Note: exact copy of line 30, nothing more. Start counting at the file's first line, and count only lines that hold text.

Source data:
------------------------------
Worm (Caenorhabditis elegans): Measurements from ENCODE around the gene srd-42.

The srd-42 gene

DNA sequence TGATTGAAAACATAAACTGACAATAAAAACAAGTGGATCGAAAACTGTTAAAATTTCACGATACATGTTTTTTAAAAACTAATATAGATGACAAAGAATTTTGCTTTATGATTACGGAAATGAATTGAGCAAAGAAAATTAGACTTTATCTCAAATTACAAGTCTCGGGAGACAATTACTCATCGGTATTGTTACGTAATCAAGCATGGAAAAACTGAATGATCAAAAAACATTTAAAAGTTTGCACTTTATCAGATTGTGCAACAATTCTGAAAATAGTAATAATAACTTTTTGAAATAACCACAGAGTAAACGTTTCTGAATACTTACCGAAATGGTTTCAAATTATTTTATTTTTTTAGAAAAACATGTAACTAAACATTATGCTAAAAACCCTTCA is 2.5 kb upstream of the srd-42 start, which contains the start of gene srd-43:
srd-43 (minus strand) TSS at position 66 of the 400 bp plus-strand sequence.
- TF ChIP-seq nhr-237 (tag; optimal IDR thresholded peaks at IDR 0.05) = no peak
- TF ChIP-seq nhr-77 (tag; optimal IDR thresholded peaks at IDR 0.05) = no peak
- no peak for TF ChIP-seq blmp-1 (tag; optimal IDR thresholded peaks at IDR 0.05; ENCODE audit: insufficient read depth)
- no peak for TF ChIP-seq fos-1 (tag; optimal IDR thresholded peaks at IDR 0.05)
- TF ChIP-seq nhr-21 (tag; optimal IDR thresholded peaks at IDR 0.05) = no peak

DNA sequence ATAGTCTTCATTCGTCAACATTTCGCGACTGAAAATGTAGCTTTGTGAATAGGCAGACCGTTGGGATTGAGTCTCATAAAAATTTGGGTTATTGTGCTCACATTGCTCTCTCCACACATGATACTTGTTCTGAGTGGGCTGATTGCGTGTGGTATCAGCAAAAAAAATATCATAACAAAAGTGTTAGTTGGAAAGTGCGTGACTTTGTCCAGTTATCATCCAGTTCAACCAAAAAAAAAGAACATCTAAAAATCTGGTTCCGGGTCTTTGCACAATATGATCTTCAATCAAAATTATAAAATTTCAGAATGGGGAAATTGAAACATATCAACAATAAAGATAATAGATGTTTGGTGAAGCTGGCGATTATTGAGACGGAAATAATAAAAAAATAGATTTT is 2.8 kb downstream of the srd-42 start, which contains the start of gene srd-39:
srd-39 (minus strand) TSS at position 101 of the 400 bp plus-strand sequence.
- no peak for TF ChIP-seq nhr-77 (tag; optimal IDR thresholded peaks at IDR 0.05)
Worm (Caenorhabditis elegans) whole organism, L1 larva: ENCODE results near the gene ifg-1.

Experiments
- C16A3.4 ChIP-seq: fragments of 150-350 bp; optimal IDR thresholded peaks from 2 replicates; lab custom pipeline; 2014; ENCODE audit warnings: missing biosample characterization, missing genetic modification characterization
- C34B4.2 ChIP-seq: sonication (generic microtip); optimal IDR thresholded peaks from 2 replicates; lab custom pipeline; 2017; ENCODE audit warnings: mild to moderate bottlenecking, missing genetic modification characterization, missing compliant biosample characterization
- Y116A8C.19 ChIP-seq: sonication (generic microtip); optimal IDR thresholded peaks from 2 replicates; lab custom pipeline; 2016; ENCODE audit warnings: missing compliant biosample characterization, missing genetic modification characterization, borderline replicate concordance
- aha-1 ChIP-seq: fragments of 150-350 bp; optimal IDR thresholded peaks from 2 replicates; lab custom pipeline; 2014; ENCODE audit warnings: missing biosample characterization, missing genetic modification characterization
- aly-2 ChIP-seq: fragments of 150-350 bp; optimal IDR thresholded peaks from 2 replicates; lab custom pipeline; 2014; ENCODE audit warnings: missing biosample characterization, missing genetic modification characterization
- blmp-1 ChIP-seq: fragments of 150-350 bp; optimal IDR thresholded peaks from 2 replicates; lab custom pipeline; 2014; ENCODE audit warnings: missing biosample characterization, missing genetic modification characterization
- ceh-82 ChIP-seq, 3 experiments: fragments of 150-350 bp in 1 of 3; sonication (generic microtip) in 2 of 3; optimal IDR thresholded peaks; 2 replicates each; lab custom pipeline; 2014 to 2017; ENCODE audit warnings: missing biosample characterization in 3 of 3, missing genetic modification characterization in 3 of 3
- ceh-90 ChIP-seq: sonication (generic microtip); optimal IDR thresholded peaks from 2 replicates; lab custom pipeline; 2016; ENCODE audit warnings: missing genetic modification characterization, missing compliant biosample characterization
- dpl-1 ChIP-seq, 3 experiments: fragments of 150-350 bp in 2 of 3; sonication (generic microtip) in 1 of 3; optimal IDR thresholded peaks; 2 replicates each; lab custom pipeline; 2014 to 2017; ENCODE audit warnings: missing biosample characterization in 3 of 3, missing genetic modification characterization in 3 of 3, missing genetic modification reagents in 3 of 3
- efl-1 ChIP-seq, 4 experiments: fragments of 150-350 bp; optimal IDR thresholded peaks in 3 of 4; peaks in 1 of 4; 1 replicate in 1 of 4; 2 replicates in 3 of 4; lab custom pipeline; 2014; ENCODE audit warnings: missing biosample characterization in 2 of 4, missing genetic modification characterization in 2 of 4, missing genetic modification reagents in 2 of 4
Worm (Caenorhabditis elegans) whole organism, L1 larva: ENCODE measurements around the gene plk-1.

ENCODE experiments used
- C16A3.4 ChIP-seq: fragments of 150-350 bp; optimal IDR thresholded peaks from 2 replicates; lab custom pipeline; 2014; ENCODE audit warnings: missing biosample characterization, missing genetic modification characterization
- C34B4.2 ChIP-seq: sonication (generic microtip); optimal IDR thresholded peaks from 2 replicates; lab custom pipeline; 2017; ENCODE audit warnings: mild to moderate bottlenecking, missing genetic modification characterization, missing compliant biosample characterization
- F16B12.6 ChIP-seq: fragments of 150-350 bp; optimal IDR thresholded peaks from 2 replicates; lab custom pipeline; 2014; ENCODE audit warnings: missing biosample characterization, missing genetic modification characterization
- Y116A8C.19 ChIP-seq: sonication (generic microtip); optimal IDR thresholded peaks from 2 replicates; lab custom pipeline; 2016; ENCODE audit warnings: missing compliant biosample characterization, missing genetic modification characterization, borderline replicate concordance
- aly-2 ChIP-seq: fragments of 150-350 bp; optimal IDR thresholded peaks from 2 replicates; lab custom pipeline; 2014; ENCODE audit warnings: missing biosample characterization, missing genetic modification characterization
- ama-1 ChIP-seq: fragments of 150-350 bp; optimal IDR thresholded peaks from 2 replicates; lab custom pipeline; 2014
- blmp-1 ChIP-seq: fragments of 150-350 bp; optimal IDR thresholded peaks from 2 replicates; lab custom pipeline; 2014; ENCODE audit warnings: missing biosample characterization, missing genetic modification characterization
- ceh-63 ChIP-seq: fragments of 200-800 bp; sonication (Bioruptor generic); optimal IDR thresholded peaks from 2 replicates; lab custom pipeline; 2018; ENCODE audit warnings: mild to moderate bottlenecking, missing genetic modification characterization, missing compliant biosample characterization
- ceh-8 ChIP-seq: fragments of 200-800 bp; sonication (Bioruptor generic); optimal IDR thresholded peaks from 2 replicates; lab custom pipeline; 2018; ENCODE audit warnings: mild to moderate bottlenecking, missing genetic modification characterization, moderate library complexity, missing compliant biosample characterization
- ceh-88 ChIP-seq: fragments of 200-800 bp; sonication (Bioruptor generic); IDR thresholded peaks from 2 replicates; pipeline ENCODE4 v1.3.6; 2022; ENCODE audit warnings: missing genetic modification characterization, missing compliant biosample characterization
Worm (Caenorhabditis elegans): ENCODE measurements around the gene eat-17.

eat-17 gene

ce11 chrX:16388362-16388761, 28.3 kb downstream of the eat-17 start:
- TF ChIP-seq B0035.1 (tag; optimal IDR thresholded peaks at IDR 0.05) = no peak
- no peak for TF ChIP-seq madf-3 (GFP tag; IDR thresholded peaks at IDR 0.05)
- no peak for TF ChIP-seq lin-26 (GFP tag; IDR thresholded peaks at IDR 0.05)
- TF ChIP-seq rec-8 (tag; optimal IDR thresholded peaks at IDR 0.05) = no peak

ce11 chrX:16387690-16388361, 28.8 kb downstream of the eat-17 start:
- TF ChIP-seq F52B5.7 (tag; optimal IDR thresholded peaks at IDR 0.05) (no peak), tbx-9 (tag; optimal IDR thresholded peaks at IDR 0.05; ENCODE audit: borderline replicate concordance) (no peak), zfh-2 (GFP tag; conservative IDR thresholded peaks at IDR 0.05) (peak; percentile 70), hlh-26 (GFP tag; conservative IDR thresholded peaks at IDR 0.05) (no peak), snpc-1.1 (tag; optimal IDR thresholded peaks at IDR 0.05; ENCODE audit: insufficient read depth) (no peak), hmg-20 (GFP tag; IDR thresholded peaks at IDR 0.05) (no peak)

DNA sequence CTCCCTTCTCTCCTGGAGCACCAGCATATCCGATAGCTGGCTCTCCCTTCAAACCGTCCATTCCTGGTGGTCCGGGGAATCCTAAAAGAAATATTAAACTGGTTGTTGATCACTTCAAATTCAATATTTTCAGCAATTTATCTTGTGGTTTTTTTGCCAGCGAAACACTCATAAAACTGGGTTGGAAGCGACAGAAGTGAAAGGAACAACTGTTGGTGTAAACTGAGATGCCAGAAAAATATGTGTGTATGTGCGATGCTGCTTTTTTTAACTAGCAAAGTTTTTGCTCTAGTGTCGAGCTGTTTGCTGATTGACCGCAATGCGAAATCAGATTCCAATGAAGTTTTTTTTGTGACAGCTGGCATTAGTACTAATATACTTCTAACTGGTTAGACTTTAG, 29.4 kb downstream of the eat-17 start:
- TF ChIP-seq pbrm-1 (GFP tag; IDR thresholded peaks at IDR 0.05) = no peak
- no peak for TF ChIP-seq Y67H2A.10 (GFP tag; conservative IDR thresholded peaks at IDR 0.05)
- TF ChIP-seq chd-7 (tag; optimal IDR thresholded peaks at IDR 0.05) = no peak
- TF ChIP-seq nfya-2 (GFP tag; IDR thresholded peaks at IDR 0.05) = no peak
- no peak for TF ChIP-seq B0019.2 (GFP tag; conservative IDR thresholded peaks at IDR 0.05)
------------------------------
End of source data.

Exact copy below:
- Y116A8C.19 ChIP-seq: sonication (generic microtip); optimal IDR thresholded peaks from 2 replicates; lab custom pipeline; 2016; ENCODE audit warnings: missing compliant biosample characterization, missing genetic modification characterization, borderline replicate concordance